Tuesday 16 July 2013

Review: McCullough Girls – Bad Daughter

McCullough Girls – Bad Daughter (Independent)
The McCullough Girls – Callie and Deborah – are a mother / daughter duo from Stratford, Ontario. Formerly known as The Wildwood Flowers, in 2008 they released a self-titled debut album to some acclaim, and have taken their time with their follow up release. It was time well spent. Musically, they inhabit the space where traditional country, bluegrass and Americana overlap, and the pair, who both sing and play a multitude of instruments, appear intrinsically comfortable with the music they’re making.

“Bad Daughter” was recorded in Nashville and produced by Dave Fowler (Dolly Parton, Tracy Lawrence, Collin Raye). Together they’ve shaped a record that sounds authentically old-school country, yet utterly timeless. The arrangements leave plenty of space for their voices, which enchant, whether solo or together, and acoustic instrumentation; between them they play guitar, autoharp, mandolin, bouran, dulcimer, and something called a bangitar – which I hope is as much fun as it sounds!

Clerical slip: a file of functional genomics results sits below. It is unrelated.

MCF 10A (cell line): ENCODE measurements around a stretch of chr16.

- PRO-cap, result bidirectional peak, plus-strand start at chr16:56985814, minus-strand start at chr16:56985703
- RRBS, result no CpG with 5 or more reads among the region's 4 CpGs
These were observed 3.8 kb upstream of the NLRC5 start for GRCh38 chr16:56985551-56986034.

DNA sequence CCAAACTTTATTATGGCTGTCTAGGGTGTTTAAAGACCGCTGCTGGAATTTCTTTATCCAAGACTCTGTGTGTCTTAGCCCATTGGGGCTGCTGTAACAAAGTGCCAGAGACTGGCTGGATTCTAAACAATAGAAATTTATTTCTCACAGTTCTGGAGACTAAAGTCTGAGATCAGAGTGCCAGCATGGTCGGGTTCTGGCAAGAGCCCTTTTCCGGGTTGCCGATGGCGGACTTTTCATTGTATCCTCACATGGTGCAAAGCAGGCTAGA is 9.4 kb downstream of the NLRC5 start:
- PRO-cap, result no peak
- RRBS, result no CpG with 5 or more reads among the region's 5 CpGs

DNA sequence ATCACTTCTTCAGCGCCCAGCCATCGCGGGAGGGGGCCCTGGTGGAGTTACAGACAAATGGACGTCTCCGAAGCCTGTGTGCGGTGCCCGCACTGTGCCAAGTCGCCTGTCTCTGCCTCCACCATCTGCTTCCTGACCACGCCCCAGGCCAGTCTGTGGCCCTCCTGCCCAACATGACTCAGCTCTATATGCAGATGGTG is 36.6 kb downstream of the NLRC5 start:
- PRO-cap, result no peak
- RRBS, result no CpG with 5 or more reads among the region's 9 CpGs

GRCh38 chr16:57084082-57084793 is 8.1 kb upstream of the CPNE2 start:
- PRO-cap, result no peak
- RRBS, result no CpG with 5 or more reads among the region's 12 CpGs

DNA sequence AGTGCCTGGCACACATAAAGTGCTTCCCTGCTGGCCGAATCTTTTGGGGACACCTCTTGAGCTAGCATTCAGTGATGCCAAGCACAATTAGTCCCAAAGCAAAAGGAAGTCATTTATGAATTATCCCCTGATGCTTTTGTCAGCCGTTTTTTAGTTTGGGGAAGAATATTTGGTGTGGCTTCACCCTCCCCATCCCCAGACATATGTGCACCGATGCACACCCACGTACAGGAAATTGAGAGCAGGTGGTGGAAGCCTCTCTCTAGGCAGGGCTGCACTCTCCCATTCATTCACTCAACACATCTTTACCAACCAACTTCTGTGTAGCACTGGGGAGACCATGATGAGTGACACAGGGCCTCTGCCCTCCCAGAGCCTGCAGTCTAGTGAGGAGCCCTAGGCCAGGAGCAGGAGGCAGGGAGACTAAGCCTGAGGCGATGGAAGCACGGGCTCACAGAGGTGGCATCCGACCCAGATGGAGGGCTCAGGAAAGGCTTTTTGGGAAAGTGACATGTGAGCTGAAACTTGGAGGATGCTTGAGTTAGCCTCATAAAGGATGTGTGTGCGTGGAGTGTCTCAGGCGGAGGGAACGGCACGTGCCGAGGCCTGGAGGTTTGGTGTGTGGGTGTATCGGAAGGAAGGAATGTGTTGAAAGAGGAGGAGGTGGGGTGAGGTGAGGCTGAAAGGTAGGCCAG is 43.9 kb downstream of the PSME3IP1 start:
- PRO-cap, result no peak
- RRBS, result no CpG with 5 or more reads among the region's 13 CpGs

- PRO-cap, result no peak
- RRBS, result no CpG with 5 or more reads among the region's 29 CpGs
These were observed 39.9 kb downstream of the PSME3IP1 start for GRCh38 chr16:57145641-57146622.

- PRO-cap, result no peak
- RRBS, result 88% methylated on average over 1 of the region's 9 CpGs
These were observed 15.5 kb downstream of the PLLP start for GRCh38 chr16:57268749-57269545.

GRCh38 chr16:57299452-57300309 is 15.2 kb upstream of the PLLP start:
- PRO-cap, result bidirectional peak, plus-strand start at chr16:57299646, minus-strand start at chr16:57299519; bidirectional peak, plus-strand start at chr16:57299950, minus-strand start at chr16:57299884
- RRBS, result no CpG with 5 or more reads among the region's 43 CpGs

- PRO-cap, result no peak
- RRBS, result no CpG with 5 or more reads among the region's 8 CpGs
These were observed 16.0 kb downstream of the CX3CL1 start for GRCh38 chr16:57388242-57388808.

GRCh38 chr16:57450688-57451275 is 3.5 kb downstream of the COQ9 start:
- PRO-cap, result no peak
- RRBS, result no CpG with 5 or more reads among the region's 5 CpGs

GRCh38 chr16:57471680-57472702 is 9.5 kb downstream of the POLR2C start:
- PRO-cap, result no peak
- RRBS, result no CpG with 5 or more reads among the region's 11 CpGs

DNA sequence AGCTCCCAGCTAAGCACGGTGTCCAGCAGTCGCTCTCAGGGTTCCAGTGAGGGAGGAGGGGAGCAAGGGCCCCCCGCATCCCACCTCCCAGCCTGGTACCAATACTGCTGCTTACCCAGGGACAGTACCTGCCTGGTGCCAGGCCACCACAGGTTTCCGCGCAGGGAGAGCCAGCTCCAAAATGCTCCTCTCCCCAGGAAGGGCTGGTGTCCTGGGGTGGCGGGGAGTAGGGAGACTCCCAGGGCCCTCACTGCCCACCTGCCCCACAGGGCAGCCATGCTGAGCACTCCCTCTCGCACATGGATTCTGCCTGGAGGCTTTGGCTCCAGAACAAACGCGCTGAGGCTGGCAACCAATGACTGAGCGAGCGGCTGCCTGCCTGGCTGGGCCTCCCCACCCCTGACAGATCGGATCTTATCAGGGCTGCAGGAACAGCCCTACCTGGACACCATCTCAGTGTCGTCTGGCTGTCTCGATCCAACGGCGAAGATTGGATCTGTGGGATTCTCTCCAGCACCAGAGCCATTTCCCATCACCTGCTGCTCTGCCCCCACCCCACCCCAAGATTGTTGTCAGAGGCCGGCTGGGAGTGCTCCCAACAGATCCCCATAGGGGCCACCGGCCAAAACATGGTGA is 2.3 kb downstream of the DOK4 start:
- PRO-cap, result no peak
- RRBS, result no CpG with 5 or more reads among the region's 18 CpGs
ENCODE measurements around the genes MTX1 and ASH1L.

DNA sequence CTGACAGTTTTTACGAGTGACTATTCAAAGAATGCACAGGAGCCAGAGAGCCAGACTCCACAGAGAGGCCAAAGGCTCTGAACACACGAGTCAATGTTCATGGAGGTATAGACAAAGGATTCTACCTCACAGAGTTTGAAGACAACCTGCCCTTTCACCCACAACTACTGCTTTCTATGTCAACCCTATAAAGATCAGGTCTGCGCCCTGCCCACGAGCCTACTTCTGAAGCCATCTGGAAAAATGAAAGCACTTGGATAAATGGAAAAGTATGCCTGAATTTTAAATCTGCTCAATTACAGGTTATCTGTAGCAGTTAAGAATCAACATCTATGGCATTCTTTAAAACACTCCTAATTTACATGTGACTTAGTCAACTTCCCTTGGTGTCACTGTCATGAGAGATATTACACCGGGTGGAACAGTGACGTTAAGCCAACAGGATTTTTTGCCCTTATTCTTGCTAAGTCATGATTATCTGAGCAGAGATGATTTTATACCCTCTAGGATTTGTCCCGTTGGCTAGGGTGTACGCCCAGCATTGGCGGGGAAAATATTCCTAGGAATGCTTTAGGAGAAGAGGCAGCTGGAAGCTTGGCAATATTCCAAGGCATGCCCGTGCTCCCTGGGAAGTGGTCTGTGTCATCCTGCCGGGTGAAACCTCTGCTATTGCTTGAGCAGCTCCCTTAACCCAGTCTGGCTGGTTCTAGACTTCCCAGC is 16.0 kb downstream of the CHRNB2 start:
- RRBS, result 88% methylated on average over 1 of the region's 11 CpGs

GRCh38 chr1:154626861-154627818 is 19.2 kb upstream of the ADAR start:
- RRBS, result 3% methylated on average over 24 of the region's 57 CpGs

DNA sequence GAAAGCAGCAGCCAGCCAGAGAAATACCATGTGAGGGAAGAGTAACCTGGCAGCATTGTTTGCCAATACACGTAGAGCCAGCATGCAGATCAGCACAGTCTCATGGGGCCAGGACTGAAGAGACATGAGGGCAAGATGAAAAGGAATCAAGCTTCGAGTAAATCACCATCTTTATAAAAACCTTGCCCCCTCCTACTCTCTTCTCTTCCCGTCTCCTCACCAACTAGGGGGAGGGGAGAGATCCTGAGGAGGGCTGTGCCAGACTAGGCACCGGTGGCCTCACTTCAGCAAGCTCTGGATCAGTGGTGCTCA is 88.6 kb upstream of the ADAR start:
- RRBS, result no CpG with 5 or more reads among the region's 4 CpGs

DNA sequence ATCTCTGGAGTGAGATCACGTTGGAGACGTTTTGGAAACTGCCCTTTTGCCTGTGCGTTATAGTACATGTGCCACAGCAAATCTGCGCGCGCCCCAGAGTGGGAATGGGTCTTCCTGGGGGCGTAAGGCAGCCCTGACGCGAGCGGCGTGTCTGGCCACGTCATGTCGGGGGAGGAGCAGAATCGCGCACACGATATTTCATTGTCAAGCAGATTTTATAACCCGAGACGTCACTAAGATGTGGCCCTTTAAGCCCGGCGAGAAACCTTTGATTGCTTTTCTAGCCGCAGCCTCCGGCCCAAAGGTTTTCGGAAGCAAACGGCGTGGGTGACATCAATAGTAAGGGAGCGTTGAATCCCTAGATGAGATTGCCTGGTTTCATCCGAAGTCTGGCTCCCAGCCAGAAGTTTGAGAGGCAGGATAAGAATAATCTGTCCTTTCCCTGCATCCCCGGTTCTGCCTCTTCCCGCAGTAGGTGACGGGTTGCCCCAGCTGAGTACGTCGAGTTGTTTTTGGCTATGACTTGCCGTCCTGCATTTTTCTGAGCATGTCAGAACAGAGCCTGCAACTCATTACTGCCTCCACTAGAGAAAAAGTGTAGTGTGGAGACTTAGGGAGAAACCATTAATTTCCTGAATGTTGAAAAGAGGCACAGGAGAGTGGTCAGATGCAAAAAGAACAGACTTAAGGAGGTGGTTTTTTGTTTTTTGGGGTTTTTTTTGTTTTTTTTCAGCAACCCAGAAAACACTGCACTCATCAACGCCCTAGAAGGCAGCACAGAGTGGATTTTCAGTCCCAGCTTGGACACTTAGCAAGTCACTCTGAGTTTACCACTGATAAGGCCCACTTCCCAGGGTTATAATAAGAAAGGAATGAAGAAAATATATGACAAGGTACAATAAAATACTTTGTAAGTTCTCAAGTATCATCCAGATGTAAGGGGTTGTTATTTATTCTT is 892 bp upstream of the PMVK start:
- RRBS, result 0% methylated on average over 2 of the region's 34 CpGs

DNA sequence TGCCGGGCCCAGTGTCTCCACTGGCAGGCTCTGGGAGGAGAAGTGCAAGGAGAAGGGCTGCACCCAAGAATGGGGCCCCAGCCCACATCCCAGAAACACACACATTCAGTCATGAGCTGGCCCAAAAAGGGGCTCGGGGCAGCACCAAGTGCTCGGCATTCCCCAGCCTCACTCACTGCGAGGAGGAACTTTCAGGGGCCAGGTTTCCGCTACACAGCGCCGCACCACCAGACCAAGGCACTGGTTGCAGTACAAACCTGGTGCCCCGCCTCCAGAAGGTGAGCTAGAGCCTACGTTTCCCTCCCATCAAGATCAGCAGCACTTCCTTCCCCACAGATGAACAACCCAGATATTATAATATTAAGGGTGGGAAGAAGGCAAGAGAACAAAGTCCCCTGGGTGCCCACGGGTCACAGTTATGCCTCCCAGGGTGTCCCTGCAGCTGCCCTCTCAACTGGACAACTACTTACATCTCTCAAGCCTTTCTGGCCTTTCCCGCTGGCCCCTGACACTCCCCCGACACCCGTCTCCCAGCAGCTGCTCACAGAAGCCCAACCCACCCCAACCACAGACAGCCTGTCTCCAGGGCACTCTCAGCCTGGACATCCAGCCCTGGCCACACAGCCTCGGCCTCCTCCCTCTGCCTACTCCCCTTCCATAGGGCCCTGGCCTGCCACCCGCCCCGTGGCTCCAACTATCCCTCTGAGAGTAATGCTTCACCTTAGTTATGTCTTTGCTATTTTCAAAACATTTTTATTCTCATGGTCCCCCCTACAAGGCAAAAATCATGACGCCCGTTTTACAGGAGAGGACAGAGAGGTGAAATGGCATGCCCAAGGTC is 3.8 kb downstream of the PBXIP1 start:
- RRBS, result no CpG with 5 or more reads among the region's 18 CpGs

Standout tracks come thick and fast. Opener “Old Dirt Road” is dark and mysterious, and taps into old mountain music and blues - a particularly strong start. The title track delivers on several fronts, including exquisite vocals, some subtle lyricism and a gentle, rolling melody, while “Everything Changes” is a delicate rumination on personal evolution, wrapped up in a near perfect three-minute country-pop song. As the album progresses, “Can't Get Worse” has much in common with the sort of thing Kelly Willis was doing 20 years ago – warm, rootsy, mature pop - and on “The Stone” they prove just as adept when they slow things down and apply a little pathos.
Tony S.

No comments:

Post a Comment

Note: only a member of this blog may post a comment.